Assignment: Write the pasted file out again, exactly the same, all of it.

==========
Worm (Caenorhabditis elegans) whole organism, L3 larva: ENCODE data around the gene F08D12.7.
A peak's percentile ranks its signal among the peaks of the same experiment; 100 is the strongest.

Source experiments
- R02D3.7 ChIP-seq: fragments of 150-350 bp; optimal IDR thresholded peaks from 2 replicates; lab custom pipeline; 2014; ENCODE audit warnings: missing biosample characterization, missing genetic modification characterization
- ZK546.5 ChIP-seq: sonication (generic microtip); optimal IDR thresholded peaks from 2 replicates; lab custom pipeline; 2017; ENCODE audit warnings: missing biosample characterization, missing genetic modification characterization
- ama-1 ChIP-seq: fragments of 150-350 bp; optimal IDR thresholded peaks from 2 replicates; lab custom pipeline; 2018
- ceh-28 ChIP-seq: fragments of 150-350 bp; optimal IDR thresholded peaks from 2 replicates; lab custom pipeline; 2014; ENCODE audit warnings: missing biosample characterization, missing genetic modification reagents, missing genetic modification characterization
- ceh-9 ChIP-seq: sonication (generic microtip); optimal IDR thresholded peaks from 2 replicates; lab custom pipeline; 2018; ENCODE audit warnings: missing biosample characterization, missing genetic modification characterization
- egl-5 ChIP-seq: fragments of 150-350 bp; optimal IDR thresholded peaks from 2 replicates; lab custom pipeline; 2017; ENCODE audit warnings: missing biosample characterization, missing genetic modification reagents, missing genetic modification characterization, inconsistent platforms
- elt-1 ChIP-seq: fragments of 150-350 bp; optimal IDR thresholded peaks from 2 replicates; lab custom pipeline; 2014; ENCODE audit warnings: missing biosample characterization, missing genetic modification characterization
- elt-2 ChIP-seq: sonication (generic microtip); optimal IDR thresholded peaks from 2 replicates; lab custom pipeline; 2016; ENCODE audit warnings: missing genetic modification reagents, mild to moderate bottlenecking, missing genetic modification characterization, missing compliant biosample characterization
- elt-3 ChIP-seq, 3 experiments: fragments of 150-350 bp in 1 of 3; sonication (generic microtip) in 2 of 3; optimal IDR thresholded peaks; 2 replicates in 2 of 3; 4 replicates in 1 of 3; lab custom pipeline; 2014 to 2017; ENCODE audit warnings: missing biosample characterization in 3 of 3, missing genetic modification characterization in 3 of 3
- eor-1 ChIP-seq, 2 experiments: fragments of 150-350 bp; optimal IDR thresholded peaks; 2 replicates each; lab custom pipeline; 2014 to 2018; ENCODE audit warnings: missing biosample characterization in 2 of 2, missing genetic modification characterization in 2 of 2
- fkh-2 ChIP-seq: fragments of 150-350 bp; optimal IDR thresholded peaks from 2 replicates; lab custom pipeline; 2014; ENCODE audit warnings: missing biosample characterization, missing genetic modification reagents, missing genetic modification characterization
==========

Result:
Worm (Caenorhabditis elegans) whole organism, L3 larva: ENCODE data around the gene F08D12.7.
A peak's percentile ranks its signal among the peaks of the same experiment; 100 is the strongest.

Source experiments
- R02D3.7 ChIP-seq: fragments of 150-350 bp; optimal IDR thresholded peaks from 2 replicates; lab custom pipeline; 2014; ENCODE audit warnings: missing biosample characterization, missing genetic modification characterization
- ZK546.5 ChIP-seq: sonication (generic microtip); optimal IDR thresholded peaks from 2 replicates; lab custom pipeline; 2017; ENCODE audit warnings: missing biosample characterization, missing genetic modification characterization
- ama-1 ChIP-seq: fragments of 150-350 bp; optimal IDR thresholded peaks from 2 replicates; lab custom pipeline; 2018
- ceh-28 ChIP-seq: fragments of 150-350 bp; optimal IDR thresholded peaks from 2 replicates; lab custom pipeline; 2014; ENCODE audit warnings: missing biosample characterization, missing genetic modification reagents, missing genetic modification characterization
- ceh-9 ChIP-seq: sonication (generic microtip); optimal IDR thresholded peaks from 2 replicates; lab custom pipeline; 2018; ENCODE audit warnings: missing biosample characterization, missing genetic modification characterization
- egl-5 ChIP-seq: fragments of 150-350 bp; optimal IDR thresholded peaks from 2 replicates; lab custom pipeline; 2017; ENCODE audit warnings: missing biosample characterization, missing genetic modification reagents, missing genetic modification characterization, inconsistent platforms
- elt-1 ChIP-seq: fragments of 150-350 bp; optimal IDR thresholded peaks from 2 replicates; lab custom pipeline; 2014; ENCODE audit warnings: missing biosample characterization, missing genetic modification characterization
- elt-2 ChIP-seq: sonication (generic microtip); optimal IDR thresholded peaks from 2 replicates; lab custom pipeline; 2016; ENCODE audit warnings: missing genetic modification reagents, mild to moderate bottlenecking, missing genetic modification characterization, missing compliant biosample characterization
- elt-3 ChIP-seq, 3 experiments: fragments of 150-350 bp in 1 of 3; sonication (generic microtip) in 2 of 3; optimal IDR thresholded peaks; 2 replicates in 2 of 3; 4 replicates in 1 of 3; lab custom pipeline; 2014 to 2017; ENCODE audit warnings: missing biosample characterization in 3 of 3, missing genetic modification characterization in 3 of 3
- eor-1 ChIP-seq, 2 experiments: fragments of 150-350 bp; optimal IDR thresholded peaks; 2 replicates each; lab custom pipeline; 2014 to 2018; ENCODE audit warnings: missing biosample characterization in 2 of 2, missing genetic modification characterization in 2 of 2
- fkh-2 ChIP-seq: fragments of 150-350 bp; optimal IDR thresholded peaks from 2 replicates; lab custom pipeline; 2014; ENCODE audit warnings: missing biosample characterization, missing genetic modification reagents, missing genetic modification characterization